Prevalence, clinical and economic burden of mucormycosis-related hospital admissions in the US
January 23 2017
There were 555 cases of mucormycosis in hospital among 47 million inpatient episodes, a prevalence of 0.16 per 10,000 discharges. The median length of stay was ~17 days and mean cost was $112,419.
Mucormycosis is an uncommon, opportunistic fungal infection primarily caused by Mucorales, a filamentous fungus of the Mucormycetes class. This fungal infection particularly affects patients with diabetes mellitus (especially following ketoacidosis), or those with hematologic malignancies on chemotherapy (especially with neutropenia), stem cell and solid organ transplants.
The study used the Premier’s Perspective™ Comparative Database, a large, U.S hospital based database covering more than 560 participating hospitals across the U.S and 104 million patients. Data was collected from January 2005 to June 2014. Mucormycosis related-hospitalisations were identified with an ICD-9 code of 17.7 or a positive laboratory microbiology result for Mucorales. Laboratory results were only available from 2009 and for about 37% of the hospitals. All eligible encounters needed at least one prescription of amphotericin B or posaconazole to qualify for a mucormycosis-related hospitalisation. The clinical and economic outcomes assessed included death at discharge, length of stay, and re-admission rates at 1 and 3 months. The cost for hospitalisation included all supplies, labour, depreciation of equipment, etc. All costs were inflated to 2014 USD.
A total of 555 mucormycosis-related hospitalisations were identified among 47,131,360 total inpatient encounters from 177 hospitals. The estimated prevalence was 0.12 per 10,000 discharges during the study period. When the definition of mucormycosis-related hospitalisations was relaxed to not require anti-fungal use, the overall prevalence increased to 0.16 per 10,000 discharges. Most hospitals were large (67%), with a bed size over 300, and 42% were affiliated with teaching facilities. The average age of patients was 51.7 years. About 29% were aged 65 years or older. 63% of the patients were male and approximately 61% were white. The most common underlying condition was diabetes (52%) followed by haematological malignancies (40%).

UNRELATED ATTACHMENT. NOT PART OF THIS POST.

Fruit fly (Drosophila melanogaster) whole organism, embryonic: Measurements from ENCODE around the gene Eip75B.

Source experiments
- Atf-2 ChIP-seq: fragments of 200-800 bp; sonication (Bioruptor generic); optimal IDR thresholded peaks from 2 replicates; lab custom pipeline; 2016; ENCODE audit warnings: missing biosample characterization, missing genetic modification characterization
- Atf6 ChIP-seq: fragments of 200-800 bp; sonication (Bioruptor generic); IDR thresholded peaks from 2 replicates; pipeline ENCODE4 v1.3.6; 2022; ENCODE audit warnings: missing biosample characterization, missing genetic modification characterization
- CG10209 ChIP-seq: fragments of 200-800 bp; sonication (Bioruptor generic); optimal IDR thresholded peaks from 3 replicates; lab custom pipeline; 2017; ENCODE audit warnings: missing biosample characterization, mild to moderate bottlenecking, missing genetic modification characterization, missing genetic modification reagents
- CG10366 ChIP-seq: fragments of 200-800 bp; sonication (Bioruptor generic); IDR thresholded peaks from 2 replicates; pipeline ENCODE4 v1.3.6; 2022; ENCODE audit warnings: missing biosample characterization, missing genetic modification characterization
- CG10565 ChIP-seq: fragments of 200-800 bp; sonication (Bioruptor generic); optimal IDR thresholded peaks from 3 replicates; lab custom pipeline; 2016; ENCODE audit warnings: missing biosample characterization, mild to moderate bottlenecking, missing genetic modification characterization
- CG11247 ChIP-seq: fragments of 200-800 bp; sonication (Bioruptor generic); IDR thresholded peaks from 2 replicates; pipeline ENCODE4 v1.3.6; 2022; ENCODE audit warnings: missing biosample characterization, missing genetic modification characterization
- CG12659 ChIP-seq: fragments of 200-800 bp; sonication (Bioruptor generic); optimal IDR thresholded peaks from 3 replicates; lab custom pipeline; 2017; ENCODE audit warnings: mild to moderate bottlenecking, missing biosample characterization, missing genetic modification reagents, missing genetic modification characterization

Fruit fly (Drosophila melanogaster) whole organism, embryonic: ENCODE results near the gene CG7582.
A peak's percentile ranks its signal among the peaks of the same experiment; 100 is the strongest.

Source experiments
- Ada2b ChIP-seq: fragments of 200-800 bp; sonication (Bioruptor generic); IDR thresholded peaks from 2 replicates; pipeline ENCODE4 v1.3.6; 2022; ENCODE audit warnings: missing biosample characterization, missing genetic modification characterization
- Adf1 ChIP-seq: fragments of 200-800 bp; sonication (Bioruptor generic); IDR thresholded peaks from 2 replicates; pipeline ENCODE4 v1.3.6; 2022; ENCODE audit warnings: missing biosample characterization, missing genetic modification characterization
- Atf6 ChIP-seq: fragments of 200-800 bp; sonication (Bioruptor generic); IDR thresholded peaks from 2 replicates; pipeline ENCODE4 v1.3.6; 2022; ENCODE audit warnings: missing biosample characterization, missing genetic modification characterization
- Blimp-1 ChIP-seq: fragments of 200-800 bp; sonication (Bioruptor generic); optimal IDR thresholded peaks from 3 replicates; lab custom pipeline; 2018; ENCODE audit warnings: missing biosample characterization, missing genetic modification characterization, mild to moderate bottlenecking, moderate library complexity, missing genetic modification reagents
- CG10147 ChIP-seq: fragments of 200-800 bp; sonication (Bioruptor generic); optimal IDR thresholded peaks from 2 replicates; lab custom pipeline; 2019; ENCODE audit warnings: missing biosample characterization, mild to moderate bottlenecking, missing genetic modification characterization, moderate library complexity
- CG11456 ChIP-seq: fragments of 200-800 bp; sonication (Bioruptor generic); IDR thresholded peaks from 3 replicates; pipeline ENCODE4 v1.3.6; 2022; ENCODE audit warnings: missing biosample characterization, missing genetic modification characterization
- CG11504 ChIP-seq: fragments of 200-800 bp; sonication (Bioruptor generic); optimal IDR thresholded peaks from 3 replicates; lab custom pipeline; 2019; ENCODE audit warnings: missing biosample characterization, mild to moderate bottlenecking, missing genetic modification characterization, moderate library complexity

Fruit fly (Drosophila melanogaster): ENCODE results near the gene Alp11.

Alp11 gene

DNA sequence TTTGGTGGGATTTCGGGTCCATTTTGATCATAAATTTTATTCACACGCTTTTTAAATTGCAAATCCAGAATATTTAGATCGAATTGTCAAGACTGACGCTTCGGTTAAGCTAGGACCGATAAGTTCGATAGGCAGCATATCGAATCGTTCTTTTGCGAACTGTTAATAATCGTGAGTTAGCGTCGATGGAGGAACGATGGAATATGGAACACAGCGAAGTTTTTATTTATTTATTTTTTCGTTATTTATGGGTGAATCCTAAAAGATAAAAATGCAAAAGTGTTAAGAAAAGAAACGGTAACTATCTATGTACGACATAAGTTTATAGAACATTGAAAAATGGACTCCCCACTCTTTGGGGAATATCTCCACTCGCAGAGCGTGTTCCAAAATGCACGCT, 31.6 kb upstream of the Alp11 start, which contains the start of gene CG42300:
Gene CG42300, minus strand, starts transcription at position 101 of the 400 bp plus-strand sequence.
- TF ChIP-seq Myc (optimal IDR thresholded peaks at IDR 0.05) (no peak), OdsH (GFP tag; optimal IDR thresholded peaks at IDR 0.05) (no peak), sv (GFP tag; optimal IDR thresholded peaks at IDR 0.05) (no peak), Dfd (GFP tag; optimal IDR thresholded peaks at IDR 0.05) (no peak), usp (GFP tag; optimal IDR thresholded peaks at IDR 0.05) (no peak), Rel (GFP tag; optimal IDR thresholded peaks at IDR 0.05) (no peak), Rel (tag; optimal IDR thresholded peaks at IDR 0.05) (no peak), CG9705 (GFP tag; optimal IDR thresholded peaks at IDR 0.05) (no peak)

The median length of stay was approximately 17 days, ranging from 1 to 259 days. 225 (41%) patients were admitted to Intensive care during the hospitalisations. The overall death rate was 23%. Death rates were higher in patients with hematologic malignancies than those with diabetes (23% vs. 19%). 30% of patients were readmitted within a month after discharge, 37% were readmitted within 3 months of discharge. Treatment wise, amphotericin B lipid complex was used in 52%, Liposomal Amphotericin B in 45%, and posaconazole in 45%.
The average cost per hospital stay was $112,419 with a range from $1,912 to $1,395,163. The mean per diem cost was $4,096 ( range $ 768 to $19,728) The mean daily cost for patients with and without intensive care admission during the hospitalisation was $5,107 and $3,407 respectively.
The projected total costs associated with mucormycosis could amount to $48 million per year. The antifungal therapies fluconazole and voriconazole are not effective against mucormycosis.
The authors advised some caution in interpreting the results. First, only a subset of hospitals submitted microbiology results, and no microbiology data were available before 2009. Some mucormycosis-related hospitalisations that did not receive anti-fungals or who were diagnosed will have been omitted. Due to lack of histopathology data, cases identified by histopathology only could have been missed as well.